A similar issue arises out of your use of the three words, “performance enhancing drugs.” Without in any way intending to belittle the importance of erectile dysfunction to those who, regularly or from time to time, suffer from the frustration associated with “taking batting practice with a rope”, but Viagra™ is considered by a whole lot of folks to be a performance enhancing drug. For that matter, Ben Gay™ may be considered a performance enhancing drug. Perhaps I am speaking out of turn, but I would strongly discourage the concurrent use of both Viagra™ and Ben Gay™. Again, I digress. That being said, kindly consider this a request that you define as a matter of court record specifically those drugs that you consider encompassed by your use of the three words, “performance enhancing drugs.”

That is good advice. This, on the other hand, is really depressing advice:

But I am compelled to point out that odds tremendously favor Mr. Alcantara paying your firm (and your St. Louis based counter-parts/collegaues) more in legal fees prior to his deposition being taken than one could ever hope in one’s wildest and wettest of dreams to procure through post-judgment execution efforts directed at seizing or procuring assets of Mr. Clark. I remember my father telling me as we walked stoically from the graveside of my then recently buried maternal grandfather, “son, we are simply on this earth killing time between funerals.”

Note that he carried us seamlessly from wet dreams to his grandmother’s funeral to the most depressing life philosophy since Sartre in the span of two sentences. Alice Munro should return that award immediately, because we have a more deserving winner.

Ultimately, Watkins offers a settlement structured around dual-polygraph tests for the litigants, with the result that:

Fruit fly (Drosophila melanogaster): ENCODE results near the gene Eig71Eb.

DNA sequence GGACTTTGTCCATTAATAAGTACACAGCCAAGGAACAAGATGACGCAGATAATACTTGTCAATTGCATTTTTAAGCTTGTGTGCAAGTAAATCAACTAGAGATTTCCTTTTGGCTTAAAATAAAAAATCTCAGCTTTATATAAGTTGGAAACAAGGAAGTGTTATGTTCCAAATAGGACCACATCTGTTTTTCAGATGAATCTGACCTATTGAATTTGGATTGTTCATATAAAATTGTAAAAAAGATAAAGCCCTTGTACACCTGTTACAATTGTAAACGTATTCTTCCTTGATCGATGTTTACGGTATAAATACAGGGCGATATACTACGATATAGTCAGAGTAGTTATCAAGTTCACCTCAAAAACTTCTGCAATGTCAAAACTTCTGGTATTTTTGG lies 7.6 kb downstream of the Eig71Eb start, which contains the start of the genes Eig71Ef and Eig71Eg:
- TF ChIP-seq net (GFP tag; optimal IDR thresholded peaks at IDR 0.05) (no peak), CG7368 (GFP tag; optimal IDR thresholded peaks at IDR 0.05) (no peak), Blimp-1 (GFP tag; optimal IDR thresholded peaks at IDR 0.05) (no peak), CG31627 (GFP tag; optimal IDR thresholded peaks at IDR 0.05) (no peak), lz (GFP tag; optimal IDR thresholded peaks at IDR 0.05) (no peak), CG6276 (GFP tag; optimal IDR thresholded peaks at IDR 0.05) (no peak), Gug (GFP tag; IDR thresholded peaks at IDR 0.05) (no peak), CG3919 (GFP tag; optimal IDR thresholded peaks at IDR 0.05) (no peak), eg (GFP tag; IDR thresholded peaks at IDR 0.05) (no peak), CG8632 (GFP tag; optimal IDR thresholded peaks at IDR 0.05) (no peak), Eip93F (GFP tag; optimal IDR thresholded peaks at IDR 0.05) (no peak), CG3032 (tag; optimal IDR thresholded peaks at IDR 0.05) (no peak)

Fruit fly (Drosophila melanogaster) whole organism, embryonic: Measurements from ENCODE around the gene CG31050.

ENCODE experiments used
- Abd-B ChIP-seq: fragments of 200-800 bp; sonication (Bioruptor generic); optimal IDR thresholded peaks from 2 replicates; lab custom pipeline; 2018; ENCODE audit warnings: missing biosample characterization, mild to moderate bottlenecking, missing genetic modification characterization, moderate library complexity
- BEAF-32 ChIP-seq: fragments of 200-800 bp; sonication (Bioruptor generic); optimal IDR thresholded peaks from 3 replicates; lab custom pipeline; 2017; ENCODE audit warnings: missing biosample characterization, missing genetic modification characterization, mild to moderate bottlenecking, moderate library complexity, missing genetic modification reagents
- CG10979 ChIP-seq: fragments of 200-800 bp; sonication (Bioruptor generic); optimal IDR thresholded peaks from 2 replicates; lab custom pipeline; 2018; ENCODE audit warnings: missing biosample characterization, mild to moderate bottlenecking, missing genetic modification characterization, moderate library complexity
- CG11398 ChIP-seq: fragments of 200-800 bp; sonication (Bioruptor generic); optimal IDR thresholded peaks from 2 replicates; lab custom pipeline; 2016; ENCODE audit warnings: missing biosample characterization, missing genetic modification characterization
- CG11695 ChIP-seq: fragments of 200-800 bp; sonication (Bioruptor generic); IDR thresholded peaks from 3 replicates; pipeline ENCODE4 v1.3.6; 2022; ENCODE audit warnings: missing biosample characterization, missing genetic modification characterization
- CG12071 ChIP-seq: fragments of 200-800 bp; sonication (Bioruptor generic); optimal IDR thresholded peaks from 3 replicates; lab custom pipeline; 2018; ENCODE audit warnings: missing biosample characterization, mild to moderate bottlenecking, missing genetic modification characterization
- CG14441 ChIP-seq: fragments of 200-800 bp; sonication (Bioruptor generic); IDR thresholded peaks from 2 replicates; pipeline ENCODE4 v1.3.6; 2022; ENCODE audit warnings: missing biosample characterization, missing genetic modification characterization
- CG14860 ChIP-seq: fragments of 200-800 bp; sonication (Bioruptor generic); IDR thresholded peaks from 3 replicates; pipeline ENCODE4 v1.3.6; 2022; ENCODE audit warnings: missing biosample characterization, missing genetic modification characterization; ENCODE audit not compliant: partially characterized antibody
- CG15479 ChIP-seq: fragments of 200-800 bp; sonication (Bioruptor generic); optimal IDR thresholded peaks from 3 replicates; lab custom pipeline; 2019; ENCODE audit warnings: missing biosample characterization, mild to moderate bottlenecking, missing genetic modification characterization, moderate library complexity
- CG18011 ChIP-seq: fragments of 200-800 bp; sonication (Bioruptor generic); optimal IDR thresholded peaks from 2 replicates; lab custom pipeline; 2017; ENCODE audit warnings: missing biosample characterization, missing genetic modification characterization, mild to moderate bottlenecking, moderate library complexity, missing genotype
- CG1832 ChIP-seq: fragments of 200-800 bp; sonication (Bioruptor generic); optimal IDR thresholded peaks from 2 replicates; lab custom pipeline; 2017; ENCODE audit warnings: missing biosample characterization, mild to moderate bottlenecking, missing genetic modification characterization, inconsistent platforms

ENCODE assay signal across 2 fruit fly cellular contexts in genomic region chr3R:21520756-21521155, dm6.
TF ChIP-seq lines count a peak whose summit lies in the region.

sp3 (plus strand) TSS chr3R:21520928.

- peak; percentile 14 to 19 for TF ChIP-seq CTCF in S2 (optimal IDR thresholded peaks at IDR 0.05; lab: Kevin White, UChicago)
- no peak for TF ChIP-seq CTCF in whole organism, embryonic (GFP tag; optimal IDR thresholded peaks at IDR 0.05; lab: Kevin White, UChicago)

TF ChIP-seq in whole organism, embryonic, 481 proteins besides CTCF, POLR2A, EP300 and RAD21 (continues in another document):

(g) If Mr. Clark is found to be deceptive and Mr. Alcantara is found to not be deceptive, Mr. Clark will climb to the highest mount in a loin cloth (read: issue a public statement) fully retracting all objectionable statements, apologizing to the world, and promising never to prospectively cast Mr. Alcantara in any disparaging light to dispose of the case;

(h) If Mr. Pujols is found to be deceptive and Mr. Clark is found to not be deceptive, your underlying Petition will be dismissed, with prejudice, and your client will issue a public statement apologizing to Mr. Clark;

(i) If both Mr. Pujols and Mr. Clark are found to be deceptive, your Petition gets dismissed, again with prejudice, and neither party needs to apologize to the other.

Since the person that Clark claims told him that Pujols was juicing also swears that he hasn’t spoken to Clark in a decade, I’ll just advise Clark to start looking for a good Sherpa just in case these tests don’t work out for him.

If you want to read the whole letter — and you do — complete with references to Jack LaLanne and a recommendation for the best Italian restaurant in the Dominican Republic, it’s reproduced on the next page.